Currently, even in countries with significant floating solar development there are no clear, specific regulations on permitting and licensing of plants. Processes for the moment are assumed to be the same as for ground-mounted PV, but legal interpretation is needed in each country. In some countries, drinking water reservoirs or hydropower reservoirs are considered national-security sites, making permitting more complex and potentially protracted.
As highlighted in this report, floating solar deployment is expected to be cost-competitive under many circumstances and therefore not to require financial support. Nevertheless, initial projects may require some form of support to overcome barriers associated with the industry’s relatively limited experience with this technology.
So far, a number of countries have taken different approaches to floating PV. Typical policies currently supporting floating solar installations can be grouped into two categories:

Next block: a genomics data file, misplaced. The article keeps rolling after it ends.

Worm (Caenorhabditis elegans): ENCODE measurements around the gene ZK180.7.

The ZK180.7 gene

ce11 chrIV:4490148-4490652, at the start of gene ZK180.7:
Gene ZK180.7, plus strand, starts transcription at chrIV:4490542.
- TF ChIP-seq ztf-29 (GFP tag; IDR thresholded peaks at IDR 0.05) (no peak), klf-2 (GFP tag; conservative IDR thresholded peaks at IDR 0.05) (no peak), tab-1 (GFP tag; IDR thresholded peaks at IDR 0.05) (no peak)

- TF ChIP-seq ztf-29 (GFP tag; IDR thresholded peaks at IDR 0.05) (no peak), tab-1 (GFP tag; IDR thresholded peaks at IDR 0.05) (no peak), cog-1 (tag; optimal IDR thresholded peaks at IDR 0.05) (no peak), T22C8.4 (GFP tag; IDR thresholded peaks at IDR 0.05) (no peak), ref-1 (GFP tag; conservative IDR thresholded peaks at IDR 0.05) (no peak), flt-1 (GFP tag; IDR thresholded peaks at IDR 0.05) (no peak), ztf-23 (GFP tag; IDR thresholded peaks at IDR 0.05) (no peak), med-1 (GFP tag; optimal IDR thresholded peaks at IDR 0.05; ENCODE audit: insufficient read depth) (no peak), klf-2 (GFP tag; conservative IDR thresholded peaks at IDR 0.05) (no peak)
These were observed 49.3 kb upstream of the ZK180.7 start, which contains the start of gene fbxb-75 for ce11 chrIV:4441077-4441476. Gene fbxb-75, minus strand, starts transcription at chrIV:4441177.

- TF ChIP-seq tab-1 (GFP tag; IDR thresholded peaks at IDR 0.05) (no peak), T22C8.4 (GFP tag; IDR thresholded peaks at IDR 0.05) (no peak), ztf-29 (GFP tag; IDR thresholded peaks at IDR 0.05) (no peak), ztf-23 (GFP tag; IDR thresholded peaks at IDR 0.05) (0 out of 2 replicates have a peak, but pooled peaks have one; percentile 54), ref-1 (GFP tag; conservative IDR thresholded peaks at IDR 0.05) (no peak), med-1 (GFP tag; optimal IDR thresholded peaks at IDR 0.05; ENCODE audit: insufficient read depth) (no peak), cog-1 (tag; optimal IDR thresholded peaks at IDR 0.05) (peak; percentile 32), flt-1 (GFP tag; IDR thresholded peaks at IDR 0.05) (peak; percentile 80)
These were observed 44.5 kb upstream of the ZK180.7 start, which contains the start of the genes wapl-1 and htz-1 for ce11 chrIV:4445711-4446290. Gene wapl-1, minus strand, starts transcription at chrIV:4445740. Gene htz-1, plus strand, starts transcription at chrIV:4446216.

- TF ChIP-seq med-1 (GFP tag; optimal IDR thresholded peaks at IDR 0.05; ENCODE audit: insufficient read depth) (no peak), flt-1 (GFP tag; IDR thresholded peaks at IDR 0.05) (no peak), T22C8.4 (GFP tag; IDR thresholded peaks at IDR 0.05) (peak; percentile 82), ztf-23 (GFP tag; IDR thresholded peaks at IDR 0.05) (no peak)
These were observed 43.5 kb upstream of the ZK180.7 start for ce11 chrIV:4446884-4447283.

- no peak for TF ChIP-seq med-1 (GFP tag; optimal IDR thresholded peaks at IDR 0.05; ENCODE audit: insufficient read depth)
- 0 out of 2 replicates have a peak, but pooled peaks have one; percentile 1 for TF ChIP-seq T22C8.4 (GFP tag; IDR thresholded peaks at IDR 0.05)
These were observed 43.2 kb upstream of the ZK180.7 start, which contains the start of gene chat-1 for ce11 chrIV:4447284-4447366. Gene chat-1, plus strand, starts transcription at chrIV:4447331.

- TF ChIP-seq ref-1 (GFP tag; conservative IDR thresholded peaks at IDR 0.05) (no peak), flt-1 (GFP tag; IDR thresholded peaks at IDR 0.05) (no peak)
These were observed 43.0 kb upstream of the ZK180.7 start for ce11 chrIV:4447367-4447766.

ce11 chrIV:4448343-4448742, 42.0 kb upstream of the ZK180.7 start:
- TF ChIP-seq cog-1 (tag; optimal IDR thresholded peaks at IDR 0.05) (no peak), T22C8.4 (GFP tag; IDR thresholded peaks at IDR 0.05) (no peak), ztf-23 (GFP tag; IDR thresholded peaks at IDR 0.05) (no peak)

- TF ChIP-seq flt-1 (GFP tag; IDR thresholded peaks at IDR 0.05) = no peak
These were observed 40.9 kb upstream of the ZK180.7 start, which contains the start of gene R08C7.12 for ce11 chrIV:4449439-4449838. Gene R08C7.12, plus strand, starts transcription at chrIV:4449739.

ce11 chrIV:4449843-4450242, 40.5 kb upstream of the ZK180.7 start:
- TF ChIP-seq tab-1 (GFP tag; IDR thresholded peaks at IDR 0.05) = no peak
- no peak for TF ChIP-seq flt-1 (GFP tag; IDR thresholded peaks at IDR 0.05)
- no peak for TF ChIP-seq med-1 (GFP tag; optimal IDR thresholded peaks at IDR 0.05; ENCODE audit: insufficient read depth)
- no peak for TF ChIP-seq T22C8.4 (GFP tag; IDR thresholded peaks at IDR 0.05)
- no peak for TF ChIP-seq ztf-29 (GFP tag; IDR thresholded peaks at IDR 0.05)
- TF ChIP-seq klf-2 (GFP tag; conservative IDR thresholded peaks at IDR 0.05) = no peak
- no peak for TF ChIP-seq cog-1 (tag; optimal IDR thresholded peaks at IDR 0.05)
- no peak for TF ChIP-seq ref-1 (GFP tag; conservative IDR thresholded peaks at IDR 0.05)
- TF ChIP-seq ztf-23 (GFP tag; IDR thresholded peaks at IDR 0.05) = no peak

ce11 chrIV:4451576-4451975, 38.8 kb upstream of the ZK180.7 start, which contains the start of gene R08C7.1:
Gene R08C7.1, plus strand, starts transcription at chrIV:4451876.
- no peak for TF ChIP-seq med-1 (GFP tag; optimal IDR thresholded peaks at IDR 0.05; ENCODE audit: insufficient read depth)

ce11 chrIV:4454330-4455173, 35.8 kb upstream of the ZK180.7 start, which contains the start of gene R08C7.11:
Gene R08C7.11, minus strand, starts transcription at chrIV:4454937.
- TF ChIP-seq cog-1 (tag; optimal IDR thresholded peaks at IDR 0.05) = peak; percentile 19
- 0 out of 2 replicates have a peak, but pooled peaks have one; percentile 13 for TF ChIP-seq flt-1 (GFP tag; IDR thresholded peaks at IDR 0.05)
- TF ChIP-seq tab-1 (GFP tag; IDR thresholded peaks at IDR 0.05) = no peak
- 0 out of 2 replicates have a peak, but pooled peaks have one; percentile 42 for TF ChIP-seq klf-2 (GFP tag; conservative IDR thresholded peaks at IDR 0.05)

• Feed-in tariffs that are higher than those for groundmounted PV (as in Taiwan, China)
• Extra bonuses for renewable energy certificates (as in the Republic of Korea)
• A high feed-in tariff for solar PV generally (as in Japan)
• Extra “adder” value for floating solar generation under the compensation rates of state incentives program (as in the U.S. state of Massachusetts).
Supportive governmental policies:
• Ambitious renewable energy targets (as in Korea and Taiwan)
• Realization of demonstrator plants (as in the Indian state of Kerala)
• Dedicated tendering processes for floating solar (as in China, Taiwan, and the Indian state of Maharashtra)
• Openness on the part of the entities managing the water bodies, such as tenders for water-lease contracts (as in Korea).